In an old joke the question is posed, “How do you eat an elephant?” The response is “one bite at a time.” This witticism illustrates the utility of breaking a large project down into smaller, manageable tasks, and it applies to writing one’s personal history as well as to anything.
The #52stories project launched this year by the Family History Department can help with that.
“Each week in 2017, FamilySearch, the world’s largest genealogical organization, will publish topic questions designed to trigger your memories,” wrote Paul Nauta, manager of public affairs in a blog on the organization’s website. “You just need to focus on the topic and write a response.”
He went on to say the length of the response or manner of recording it doesn’t matter.
“You can write in a journal or in a document on your computer, or you can make a video or audio recording,” he suggested. “When 2017 concludes, you will have 52 stories about your life to enhance your personal history.”
The initiative expands upon a similar, successful challenge FamilySearch offered four years ago, said Wendy Smedley, project manager for social media. “This year, however, instead of having a list of only 52 questions, the writer can choose his or her 52 questions from a list of 144 questions.”
Brother Nauta noted that the project has been divided into 12 monthly themes with 12 separate questions for each theme. The themes include “Goals and Achievements,” “Education and School” and “Holidays and Traditions.”
The questions can be downloaded on 12 colorful pages from the FamilySearch website, FamilySearch.org. Also, a different question is being highlighted each week on Instagram (@FamilySearch) and the FamilySearch Facebook page.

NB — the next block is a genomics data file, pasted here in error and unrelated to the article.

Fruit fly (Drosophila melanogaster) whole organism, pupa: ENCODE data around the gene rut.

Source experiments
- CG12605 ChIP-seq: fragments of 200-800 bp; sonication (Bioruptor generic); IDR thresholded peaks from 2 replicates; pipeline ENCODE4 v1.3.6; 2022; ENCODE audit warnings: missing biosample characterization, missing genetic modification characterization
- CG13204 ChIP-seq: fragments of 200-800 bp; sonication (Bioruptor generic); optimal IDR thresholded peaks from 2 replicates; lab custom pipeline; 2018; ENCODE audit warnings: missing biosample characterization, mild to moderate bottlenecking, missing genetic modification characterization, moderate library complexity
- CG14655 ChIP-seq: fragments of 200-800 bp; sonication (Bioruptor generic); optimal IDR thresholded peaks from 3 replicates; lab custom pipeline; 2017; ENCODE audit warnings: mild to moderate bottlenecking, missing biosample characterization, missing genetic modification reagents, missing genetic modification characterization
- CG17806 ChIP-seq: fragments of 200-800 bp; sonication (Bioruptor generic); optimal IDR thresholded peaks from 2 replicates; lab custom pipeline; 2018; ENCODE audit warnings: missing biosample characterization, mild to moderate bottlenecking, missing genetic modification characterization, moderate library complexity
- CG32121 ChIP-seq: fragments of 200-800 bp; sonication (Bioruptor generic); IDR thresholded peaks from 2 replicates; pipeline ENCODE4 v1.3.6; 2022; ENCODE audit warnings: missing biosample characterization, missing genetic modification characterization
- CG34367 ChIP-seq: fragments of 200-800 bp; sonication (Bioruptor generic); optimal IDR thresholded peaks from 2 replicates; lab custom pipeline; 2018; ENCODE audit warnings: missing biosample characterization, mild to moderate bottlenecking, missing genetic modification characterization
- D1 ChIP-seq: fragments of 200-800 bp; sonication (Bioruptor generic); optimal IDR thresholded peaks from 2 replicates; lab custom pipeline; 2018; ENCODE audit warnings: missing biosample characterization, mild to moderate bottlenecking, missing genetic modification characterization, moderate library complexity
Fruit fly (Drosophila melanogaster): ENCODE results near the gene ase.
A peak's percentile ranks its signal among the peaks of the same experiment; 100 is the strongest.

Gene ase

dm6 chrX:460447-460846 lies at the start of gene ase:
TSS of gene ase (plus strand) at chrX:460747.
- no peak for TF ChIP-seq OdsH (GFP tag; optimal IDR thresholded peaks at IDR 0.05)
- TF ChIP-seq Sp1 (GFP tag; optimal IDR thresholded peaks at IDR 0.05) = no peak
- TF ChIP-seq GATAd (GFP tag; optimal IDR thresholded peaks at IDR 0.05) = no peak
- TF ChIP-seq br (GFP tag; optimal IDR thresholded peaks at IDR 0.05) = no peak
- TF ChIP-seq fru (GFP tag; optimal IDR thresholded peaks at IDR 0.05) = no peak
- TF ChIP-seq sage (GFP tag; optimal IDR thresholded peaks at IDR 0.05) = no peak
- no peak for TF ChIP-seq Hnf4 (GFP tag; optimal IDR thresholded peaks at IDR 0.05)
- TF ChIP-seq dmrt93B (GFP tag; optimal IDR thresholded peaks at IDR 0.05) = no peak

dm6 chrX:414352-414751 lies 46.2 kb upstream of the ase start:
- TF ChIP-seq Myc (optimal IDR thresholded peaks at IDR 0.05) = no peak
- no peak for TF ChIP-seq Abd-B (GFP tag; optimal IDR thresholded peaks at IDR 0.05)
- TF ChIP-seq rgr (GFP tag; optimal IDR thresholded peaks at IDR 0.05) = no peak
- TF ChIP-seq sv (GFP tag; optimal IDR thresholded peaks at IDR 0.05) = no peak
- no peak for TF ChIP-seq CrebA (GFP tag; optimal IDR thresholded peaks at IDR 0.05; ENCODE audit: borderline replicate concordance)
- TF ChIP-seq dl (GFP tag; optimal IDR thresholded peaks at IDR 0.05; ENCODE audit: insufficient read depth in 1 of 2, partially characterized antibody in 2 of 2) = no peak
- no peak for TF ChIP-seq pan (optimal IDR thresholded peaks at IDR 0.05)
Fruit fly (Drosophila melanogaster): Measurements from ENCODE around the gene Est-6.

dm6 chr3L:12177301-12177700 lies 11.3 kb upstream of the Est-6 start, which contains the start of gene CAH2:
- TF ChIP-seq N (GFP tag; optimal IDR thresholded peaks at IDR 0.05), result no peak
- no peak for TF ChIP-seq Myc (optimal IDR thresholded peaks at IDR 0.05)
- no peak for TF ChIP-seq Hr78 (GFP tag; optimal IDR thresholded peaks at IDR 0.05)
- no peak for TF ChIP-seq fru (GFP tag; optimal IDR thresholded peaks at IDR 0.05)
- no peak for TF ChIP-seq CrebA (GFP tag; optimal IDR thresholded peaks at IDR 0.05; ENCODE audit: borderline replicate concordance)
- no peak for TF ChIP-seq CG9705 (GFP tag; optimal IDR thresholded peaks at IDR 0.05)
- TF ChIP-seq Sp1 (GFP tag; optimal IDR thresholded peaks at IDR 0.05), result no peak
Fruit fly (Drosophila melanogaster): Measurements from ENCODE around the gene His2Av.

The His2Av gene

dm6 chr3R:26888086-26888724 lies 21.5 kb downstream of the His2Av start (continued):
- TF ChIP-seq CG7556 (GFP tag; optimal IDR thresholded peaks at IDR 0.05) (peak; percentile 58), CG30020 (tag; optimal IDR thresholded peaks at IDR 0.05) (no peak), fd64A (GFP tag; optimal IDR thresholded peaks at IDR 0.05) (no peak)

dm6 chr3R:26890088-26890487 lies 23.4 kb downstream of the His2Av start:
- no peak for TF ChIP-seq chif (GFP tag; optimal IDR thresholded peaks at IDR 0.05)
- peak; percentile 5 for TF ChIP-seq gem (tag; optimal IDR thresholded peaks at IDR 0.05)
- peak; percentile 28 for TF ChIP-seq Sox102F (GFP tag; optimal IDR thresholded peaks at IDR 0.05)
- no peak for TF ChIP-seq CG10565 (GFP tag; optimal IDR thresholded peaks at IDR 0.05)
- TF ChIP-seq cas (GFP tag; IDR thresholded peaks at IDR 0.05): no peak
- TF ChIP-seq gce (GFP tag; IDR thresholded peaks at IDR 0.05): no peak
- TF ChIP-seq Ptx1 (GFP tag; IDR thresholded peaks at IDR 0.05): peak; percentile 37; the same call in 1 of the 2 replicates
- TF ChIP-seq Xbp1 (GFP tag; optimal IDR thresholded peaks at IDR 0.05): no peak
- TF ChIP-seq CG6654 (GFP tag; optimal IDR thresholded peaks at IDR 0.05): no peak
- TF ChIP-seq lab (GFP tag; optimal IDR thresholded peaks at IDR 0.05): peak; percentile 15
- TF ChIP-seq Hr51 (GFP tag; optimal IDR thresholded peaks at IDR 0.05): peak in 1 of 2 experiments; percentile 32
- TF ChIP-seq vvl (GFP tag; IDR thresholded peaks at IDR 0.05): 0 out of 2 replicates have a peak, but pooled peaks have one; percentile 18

For example, January’s theme is “Goals and Achievements,” and the downloadble list of questions includes these:
“What goals are you actively working toward right now?”
“What was the greatest achievement of your life?”
“What is something you taught yourself to do without help from anyone else?”
“What role has failure played in your efforts to achieve your goals?”
For the February theme, “Love and Friendship,” questions include these:
“Do you know the story of how your parents met and fell in love? What about your grandparents?”
“What valuable lessons about love and devotion have you learned from the most successful marriages in your family?”
“When you were young, what qualities did you think were most important in a future spouse? Did your list change as you grew and matured?”
An advantage to constructing one’s personal history in this way is to make the project less daunting. Some people go about it chronologically, starting at the beginning and working through to the present or to the end of one’s life.
“That’s the most challenging way to go about this project,” wrote Angie Lucas in a FamilySearch blog post. “Memory isn’t orderly, structured or predictable. Recollections are more likely to surface randomly, sparked by various external triggers. Embrace the randomness, and just start writing. You can always organize your stories later if chronology matters to you.”
The stories can be shared free in a FamilySearch Memories profile on the website. Brother Nauta said FamilySearch will not make the stories public while the author is living, but will make them available for future generations after the author has died.
“These stories allow you to preserve and share the story of your life and your ancestors’ lives, your triumphs over adversity, your recovery after a fall, your progress after all seemed bleak, and your rejoicing when you finally achieved your goals,” he remarked.
For more information on #52stories and links to downloadable content, go to familysearch.org/blog/en/52stories/.
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